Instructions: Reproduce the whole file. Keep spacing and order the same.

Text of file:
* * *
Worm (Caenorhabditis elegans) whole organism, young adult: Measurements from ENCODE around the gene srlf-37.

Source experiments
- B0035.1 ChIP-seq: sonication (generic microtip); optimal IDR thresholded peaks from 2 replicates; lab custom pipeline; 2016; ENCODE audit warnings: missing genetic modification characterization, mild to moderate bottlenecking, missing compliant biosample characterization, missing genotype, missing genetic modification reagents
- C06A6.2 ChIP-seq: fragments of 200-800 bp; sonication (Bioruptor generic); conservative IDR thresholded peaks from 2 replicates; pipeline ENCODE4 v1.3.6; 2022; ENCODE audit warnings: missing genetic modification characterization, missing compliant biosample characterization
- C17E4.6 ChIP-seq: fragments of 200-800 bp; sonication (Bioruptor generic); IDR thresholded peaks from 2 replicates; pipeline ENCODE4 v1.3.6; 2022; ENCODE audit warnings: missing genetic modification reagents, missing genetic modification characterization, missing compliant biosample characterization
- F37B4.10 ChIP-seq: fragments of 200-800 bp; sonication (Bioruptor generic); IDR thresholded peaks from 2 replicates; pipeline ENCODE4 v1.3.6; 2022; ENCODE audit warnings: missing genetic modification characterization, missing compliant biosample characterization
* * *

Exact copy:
Worm (Caenorhabditis elegans) whole organism, young adult: Measurements from ENCODE around the gene srlf-37.

Source experiments
- B0035.1 ChIP-seq: sonication (generic microtip); optimal IDR thresholded peaks from 2 replicates; lab custom pipeline; 2016; ENCODE audit warnings: missing genetic modification characterization, mild to moderate bottlenecking, missing compliant biosample characterization, missing genotype, missing genetic modification reagents
- C06A6.2 ChIP-seq: fragments of 200-800 bp; sonication (Bioruptor generic); conservative IDR thresholded peaks from 2 replicates; pipeline ENCODE4 v1.3.6; 2022; ENCODE audit warnings: missing genetic modification characterization, missing compliant biosample characterization
- C17E4.6 ChIP-seq: fragments of 200-800 bp; sonication (Bioruptor generic); IDR thresholded peaks from 2 replicates; pipeline ENCODE4 v1.3.6; 2022; ENCODE audit warnings: missing genetic modification reagents, missing genetic modification characterization, missing compliant biosample characterization
- F37B4.10 ChIP-seq: fragments of 200-800 bp; sonication (Bioruptor generic); IDR thresholded peaks from 2 replicates; pipeline ENCODE4 v1.3.6; 2022; ENCODE audit warnings: missing genetic modification characterization, missing compliant biosample characterization